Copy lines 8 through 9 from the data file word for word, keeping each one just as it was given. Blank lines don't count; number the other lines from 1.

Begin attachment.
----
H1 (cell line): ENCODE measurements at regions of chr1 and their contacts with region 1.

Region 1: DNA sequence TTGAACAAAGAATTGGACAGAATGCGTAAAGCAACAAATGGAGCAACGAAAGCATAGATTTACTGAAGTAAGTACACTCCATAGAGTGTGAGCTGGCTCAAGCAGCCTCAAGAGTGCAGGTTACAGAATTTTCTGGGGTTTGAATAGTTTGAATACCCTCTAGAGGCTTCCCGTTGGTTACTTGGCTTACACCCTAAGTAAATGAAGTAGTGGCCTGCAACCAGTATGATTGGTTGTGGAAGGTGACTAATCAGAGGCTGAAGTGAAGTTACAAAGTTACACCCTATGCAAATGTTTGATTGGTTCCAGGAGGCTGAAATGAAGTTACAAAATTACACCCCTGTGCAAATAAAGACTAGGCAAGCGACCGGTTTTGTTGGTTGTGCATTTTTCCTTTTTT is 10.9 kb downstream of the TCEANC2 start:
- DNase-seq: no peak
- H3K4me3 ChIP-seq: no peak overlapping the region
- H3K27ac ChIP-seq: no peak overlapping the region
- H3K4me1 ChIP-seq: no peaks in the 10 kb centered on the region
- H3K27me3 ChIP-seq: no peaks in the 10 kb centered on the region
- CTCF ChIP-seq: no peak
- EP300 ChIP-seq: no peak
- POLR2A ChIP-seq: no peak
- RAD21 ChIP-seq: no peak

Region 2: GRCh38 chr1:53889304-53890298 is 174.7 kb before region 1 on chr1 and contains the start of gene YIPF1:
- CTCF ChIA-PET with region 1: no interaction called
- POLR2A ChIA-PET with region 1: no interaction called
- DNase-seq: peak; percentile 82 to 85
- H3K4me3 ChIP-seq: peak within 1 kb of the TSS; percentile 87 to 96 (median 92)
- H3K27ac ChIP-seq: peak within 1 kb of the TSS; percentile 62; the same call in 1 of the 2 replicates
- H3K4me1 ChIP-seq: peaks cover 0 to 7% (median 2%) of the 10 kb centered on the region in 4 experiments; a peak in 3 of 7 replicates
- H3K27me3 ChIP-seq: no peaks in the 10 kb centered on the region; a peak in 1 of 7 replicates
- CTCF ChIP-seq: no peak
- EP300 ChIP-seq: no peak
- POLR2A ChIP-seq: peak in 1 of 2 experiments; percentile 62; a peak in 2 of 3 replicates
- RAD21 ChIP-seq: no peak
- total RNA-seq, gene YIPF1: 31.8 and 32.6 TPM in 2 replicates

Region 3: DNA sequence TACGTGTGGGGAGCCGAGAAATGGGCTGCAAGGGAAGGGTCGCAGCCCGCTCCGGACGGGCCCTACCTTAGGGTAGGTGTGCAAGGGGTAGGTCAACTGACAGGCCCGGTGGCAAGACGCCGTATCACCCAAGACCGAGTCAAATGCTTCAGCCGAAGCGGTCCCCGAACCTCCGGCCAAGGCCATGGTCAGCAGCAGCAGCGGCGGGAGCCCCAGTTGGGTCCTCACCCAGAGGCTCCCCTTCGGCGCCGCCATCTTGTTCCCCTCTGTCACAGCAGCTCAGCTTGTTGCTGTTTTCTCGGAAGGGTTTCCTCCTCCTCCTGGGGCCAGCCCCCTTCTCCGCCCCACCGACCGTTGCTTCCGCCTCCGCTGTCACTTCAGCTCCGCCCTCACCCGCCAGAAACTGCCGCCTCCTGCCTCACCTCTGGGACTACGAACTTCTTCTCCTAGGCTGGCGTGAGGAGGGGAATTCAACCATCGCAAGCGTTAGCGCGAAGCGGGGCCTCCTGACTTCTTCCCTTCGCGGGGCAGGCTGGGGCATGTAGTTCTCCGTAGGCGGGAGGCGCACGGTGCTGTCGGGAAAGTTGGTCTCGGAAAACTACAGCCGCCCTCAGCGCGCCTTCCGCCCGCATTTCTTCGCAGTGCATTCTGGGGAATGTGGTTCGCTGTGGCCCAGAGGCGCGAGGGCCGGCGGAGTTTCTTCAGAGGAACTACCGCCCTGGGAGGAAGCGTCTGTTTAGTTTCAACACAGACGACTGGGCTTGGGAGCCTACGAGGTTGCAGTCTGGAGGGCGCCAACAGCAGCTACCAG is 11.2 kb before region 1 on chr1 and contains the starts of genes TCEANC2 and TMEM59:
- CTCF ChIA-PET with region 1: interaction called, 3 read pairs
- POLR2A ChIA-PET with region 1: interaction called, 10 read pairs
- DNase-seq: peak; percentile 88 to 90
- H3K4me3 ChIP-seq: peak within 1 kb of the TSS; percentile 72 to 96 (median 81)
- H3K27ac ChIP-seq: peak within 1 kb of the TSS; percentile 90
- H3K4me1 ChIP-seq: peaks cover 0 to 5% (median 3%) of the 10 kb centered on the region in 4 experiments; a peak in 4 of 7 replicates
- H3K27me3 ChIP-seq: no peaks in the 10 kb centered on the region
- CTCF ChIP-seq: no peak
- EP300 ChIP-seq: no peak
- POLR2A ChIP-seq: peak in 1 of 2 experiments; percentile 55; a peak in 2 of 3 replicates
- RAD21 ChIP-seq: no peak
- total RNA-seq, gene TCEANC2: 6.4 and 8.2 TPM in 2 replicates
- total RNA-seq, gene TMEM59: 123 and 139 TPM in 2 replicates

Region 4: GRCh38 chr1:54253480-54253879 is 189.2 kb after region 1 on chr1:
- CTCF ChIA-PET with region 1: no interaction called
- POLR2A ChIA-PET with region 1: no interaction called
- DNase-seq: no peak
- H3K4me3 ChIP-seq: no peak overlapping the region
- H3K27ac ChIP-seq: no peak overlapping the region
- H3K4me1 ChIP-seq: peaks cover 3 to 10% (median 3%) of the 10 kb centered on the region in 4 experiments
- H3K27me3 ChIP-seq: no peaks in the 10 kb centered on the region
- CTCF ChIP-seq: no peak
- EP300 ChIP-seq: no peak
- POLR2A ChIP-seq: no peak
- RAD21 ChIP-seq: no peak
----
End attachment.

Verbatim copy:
- CTCF ChIP-seq: no peak
- EP300 ChIP-seq: no peak